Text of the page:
Molly Corso in Tbilisi -
With just six months before the Georgian presidential election, solid popularity ratings for the governing Georgian Dream coalition indicates it's poised for victory in October. Prime Minister Bidzina Ivanishvili's choice for the coalition's presidential candidate, however, has prompted questions about his own political motives.
While a move to a parliamentary system means that Georgia's new president will have a shadow of the powers currently enjoyed by President Mikheil Saakashvili, the Georgian Dream's decision in May to go with an academic - with little known political ambitions and no affiliation to any one political party - appears to add to perceptions that Ivanishvili is focused more on eliminating competition in the coalition than fostering a new leader to follow him.
Ivanishvili's choice, Education Minister Giorgi Margvelashvili, did not come as a total surprise. Margvelashvili, a former university rector and a well-respected political analyst, has long been seen as an Ivanishvili favourite. Over the past eight months in power, the prime minister has referred to him as one of the strongest members of the cabinet. Ivanishvili has also stood by Margvelashvili, tapping him to take over Defense Minister Irakli Alasania's post as deputy prime minister after a falling out with Alasania, and defending Margvelashvili's criticism of the coalition's vision for Georgia's new labour code.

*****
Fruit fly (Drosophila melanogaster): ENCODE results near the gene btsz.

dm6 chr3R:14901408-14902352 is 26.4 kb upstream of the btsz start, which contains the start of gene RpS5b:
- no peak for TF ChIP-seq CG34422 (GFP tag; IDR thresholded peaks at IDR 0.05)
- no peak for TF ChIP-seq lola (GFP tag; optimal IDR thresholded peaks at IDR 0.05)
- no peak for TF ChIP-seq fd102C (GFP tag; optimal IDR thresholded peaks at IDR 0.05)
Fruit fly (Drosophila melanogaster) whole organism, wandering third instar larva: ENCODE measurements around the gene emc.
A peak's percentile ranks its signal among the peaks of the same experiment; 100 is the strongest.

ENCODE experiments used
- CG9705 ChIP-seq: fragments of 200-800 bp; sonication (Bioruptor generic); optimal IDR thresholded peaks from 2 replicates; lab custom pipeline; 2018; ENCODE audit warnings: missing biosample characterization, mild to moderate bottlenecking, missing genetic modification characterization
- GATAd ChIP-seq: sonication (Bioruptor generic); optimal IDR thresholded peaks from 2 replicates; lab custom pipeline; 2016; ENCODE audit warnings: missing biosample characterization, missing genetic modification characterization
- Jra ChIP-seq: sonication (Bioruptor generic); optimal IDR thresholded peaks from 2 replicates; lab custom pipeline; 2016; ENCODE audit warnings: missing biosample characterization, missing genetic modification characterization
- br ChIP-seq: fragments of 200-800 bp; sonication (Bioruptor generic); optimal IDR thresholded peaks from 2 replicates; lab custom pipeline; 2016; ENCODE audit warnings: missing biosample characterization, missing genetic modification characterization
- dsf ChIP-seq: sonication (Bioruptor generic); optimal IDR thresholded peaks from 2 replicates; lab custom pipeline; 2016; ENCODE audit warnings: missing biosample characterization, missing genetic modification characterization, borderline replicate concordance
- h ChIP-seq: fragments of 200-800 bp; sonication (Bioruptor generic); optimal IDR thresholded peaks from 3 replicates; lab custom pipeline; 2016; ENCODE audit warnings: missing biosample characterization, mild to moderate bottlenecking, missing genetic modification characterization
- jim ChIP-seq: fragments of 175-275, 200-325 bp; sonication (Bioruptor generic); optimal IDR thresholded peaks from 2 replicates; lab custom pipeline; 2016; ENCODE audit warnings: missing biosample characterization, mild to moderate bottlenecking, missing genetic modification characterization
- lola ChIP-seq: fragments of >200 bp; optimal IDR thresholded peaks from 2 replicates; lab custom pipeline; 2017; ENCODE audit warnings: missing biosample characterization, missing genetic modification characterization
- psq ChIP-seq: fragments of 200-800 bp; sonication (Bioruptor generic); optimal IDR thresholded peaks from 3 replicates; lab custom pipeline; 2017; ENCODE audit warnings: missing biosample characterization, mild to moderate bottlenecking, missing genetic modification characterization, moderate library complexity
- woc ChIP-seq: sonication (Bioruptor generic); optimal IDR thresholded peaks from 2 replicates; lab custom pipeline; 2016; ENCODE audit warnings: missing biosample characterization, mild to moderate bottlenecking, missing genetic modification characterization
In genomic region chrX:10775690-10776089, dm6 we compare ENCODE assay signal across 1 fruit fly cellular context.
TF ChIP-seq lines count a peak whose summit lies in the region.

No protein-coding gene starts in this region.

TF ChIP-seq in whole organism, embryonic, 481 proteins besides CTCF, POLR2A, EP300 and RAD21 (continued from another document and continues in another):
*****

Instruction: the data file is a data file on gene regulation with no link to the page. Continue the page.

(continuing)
After months of scandal, arrests and unfulfilled promises, Margvelashvili is also one of the few ministers to make an impact over the past eight months since the Georgian Dream coalition came to power: he took on - with mixed results - tycoon Kakha Bendukidze over his purchase of the Agriculture University and has announced plans to provide free textbooks to all children in public schools.
Confident of victory
In the ongoing battle against President Saakashvili and his United National Movement (UNM) party, the Margvelashvili nomination stands out, however, for its apparent confidence in victory. Because without the pull of Georgian Dream behind him, Margvelashvili looks on paper a weak candidate. He is popular as a political commentator, but he has a mixed reputation as an administrator and lacks the political experience of possible UNM candidates like former parliamentary speaker Davit Bakradze or former defense minister Giorgi Baramidze.
Currently, however, the UNM does not present a major concern for the Georgian Dream. Saakashvili cannot run for another term, and his party is still struggling to find its base and solidify support after its defeat in the October 2012 parliamentary elections. The UNM is in a weak position to win the presidential race, with just 10% support, compared with the Georgian Dream's 60%, according to ratings based on the findings of a National Democratic Institute March nationwide survey of 3,103 respondents.